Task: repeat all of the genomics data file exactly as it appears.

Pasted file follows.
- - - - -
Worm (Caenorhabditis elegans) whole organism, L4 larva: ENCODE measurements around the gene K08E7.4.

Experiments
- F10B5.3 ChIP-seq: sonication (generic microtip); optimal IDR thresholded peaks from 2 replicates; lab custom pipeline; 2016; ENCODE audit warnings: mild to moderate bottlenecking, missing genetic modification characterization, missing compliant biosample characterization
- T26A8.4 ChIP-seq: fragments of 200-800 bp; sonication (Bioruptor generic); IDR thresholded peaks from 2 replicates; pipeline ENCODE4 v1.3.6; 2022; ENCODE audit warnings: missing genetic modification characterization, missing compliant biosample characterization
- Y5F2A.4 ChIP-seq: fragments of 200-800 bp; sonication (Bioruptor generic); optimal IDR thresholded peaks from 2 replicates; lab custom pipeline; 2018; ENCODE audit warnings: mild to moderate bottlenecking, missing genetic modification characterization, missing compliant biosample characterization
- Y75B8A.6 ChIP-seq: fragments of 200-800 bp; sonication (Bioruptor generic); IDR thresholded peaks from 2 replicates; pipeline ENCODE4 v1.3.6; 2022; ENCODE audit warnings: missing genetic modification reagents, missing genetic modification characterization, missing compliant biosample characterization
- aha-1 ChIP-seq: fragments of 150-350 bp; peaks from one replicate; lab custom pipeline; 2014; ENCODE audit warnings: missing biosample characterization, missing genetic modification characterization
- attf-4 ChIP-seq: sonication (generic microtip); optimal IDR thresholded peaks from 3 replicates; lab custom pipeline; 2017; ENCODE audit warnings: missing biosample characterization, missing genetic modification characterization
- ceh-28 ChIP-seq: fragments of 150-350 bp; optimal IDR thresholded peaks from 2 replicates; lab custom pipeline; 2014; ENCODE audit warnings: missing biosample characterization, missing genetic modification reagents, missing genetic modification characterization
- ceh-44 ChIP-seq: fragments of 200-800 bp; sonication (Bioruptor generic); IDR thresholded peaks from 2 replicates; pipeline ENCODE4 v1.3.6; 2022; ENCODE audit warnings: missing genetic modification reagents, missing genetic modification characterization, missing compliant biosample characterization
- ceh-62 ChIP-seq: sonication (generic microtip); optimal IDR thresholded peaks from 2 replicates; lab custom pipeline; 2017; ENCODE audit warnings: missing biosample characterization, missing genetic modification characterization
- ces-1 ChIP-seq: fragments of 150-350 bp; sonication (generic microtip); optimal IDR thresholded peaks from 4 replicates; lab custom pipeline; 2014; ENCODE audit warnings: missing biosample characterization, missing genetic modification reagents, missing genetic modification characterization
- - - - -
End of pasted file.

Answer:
Worm (Caenorhabditis elegans) whole organism, L4 larva: ENCODE measurements around the gene K08E7.4.

Experiments
- F10B5.3 ChIP-seq: sonication (generic microtip); optimal IDR thresholded peaks from 2 replicates; lab custom pipeline; 2016; ENCODE audit warnings: mild to moderate bottlenecking, missing genetic modification characterization, missing compliant biosample characterization
- T26A8.4 ChIP-seq: fragments of 200-800 bp; sonication (Bioruptor generic); IDR thresholded peaks from 2 replicates; pipeline ENCODE4 v1.3.6; 2022; ENCODE audit warnings: missing genetic modification characterization, missing compliant biosample characterization
- Y5F2A.4 ChIP-seq: fragments of 200-800 bp; sonication (Bioruptor generic); optimal IDR thresholded peaks from 2 replicates; lab custom pipeline; 2018; ENCODE audit warnings: mild to moderate bottlenecking, missing genetic modification characterization, missing compliant biosample characterization
- Y75B8A.6 ChIP-seq: fragments of 200-800 bp; sonication (Bioruptor generic); IDR thresholded peaks from 2 replicates; pipeline ENCODE4 v1.3.6; 2022; ENCODE audit warnings: missing genetic modification reagents, missing genetic modification characterization, missing compliant biosample characterization
- aha-1 ChIP-seq: fragments of 150-350 bp; peaks from one replicate; lab custom pipeline; 2014; ENCODE audit warnings: missing biosample characterization, missing genetic modification characterization
- attf-4 ChIP-seq: sonication (generic microtip); optimal IDR thresholded peaks from 3 replicates; lab custom pipeline; 2017; ENCODE audit warnings: missing biosample characterization, missing genetic modification characterization
- ceh-28 ChIP-seq: fragments of 150-350 bp; optimal IDR thresholded peaks from 2 replicates; lab custom pipeline; 2014; ENCODE audit warnings: missing biosample characterization, missing genetic modification reagents, missing genetic modification characterization
- ceh-44 ChIP-seq: fragments of 200-800 bp; sonication (Bioruptor generic); IDR thresholded peaks from 2 replicates; pipeline ENCODE4 v1.3.6; 2022; ENCODE audit warnings: missing genetic modification reagents, missing genetic modification characterization, missing compliant biosample characterization
- ceh-62 ChIP-seq: sonication (generic microtip); optimal IDR thresholded peaks from 2 replicates; lab custom pipeline; 2017; ENCODE audit warnings: missing biosample characterization, missing genetic modification characterization
- ces-1 ChIP-seq: fragments of 150-350 bp; sonication (generic microtip); optimal IDR thresholded peaks from 4 replicates; lab custom pipeline; 2014; ENCODE audit warnings: missing biosample characterization, missing genetic modification reagents, missing genetic modification characterization